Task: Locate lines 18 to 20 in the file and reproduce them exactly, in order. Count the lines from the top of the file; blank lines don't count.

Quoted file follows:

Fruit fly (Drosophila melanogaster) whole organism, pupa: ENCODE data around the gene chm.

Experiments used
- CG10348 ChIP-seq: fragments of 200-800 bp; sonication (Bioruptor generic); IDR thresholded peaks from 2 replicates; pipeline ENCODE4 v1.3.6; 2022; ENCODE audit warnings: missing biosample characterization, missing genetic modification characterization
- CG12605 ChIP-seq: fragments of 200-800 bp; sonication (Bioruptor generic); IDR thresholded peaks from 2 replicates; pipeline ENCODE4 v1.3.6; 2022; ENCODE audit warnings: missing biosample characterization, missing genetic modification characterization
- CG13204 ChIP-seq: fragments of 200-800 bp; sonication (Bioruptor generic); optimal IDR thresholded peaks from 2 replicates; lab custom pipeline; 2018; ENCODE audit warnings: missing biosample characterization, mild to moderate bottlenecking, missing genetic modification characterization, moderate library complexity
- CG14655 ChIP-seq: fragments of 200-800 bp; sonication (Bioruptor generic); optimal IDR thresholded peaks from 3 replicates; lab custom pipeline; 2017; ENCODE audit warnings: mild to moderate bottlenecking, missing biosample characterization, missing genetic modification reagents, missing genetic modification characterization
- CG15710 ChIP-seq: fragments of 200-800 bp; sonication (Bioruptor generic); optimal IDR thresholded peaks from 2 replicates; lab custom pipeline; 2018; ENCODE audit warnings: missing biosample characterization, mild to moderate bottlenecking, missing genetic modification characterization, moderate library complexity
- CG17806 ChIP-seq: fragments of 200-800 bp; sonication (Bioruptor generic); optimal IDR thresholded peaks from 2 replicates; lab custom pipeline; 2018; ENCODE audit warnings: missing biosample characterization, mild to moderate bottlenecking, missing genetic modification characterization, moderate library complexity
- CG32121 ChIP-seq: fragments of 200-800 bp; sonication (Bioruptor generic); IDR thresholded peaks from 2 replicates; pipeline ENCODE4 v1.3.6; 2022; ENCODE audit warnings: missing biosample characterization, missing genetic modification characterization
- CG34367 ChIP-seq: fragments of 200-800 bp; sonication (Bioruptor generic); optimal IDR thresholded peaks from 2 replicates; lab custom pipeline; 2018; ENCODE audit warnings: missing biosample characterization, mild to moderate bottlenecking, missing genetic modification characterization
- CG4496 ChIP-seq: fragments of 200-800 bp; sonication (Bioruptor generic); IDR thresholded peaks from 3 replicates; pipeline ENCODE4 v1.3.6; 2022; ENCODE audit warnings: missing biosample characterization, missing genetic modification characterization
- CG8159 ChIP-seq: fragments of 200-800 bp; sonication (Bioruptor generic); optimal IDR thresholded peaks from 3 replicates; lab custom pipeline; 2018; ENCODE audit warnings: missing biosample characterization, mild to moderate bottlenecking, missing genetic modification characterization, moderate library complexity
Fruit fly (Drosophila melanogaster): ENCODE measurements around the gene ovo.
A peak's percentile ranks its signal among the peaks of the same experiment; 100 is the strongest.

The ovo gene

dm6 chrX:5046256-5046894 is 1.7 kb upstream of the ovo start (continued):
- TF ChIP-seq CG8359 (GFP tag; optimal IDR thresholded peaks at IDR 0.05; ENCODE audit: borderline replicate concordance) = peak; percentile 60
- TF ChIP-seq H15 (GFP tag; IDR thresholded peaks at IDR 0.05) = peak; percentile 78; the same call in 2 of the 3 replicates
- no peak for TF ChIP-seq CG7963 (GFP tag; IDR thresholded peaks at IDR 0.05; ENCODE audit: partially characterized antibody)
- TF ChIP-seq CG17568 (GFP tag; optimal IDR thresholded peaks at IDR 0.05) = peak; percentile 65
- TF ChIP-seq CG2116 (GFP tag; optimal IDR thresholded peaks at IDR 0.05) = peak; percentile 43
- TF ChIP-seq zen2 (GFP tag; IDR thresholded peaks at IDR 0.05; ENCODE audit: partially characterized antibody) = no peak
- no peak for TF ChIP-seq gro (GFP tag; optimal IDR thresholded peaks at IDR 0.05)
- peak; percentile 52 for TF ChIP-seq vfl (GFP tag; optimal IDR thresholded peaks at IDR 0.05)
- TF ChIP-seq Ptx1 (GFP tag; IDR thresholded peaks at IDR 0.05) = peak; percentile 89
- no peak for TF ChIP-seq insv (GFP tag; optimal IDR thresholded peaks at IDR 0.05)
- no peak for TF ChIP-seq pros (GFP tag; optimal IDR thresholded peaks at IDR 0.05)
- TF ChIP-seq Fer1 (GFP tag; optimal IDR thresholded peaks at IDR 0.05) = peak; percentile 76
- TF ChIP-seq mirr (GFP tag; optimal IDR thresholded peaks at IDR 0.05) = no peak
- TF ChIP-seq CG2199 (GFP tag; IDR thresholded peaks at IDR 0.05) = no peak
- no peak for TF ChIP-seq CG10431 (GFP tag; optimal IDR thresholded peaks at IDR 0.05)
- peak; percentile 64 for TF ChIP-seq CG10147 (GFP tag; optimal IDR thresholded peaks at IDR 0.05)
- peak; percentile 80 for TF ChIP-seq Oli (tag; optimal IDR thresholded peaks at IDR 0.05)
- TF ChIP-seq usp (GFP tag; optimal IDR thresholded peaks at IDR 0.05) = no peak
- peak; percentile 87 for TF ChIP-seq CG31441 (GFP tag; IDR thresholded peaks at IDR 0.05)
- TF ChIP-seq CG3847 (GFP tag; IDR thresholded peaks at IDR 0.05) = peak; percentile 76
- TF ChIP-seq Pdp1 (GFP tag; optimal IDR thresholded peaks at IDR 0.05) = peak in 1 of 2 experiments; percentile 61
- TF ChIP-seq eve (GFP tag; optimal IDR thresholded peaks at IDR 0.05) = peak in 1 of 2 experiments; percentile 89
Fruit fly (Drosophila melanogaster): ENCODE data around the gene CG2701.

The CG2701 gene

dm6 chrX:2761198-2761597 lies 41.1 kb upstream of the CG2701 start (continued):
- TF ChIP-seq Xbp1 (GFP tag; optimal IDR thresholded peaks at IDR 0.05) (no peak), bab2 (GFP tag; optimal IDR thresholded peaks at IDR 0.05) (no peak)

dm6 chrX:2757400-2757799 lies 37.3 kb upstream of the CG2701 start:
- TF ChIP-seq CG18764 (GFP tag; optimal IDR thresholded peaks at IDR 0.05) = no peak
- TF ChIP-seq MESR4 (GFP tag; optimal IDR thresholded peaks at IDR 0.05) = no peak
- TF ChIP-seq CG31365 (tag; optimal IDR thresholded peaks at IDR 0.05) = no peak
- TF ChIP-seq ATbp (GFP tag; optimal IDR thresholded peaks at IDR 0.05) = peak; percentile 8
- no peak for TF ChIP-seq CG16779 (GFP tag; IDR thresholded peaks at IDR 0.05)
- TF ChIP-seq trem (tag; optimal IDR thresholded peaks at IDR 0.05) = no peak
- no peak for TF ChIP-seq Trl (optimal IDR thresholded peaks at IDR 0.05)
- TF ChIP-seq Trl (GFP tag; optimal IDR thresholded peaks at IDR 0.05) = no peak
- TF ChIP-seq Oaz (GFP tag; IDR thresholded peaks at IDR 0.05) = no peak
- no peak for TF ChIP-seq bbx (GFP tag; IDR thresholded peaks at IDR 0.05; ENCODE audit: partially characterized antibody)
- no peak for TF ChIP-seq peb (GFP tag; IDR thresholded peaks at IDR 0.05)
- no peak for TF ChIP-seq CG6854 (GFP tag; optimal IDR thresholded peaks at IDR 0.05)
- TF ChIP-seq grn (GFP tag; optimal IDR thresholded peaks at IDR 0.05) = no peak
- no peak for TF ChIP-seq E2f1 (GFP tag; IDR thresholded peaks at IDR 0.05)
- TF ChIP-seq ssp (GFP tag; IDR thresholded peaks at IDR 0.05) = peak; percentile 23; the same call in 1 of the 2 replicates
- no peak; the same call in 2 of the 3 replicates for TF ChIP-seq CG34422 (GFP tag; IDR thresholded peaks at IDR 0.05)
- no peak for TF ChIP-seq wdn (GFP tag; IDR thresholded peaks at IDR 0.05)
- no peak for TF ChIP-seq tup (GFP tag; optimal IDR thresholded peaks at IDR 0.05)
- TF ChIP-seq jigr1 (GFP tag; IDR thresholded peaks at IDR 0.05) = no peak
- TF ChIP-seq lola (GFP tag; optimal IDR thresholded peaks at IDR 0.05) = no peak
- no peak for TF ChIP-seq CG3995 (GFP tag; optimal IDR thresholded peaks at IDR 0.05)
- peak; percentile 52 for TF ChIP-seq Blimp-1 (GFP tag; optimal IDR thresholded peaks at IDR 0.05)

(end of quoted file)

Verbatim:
- TF ChIP-seq H15 (GFP tag; IDR thresholded peaks at IDR 0.05) = peak; percentile 78; the same call in 2 of the 3 replicates
- no peak for TF ChIP-seq CG7963 (GFP tag; IDR thresholded peaks at IDR 0.05; ENCODE audit: partially characterized antibody)
- TF ChIP-seq CG17568 (GFP tag; optimal IDR thresholded peaks at IDR 0.05) = peak; percentile 65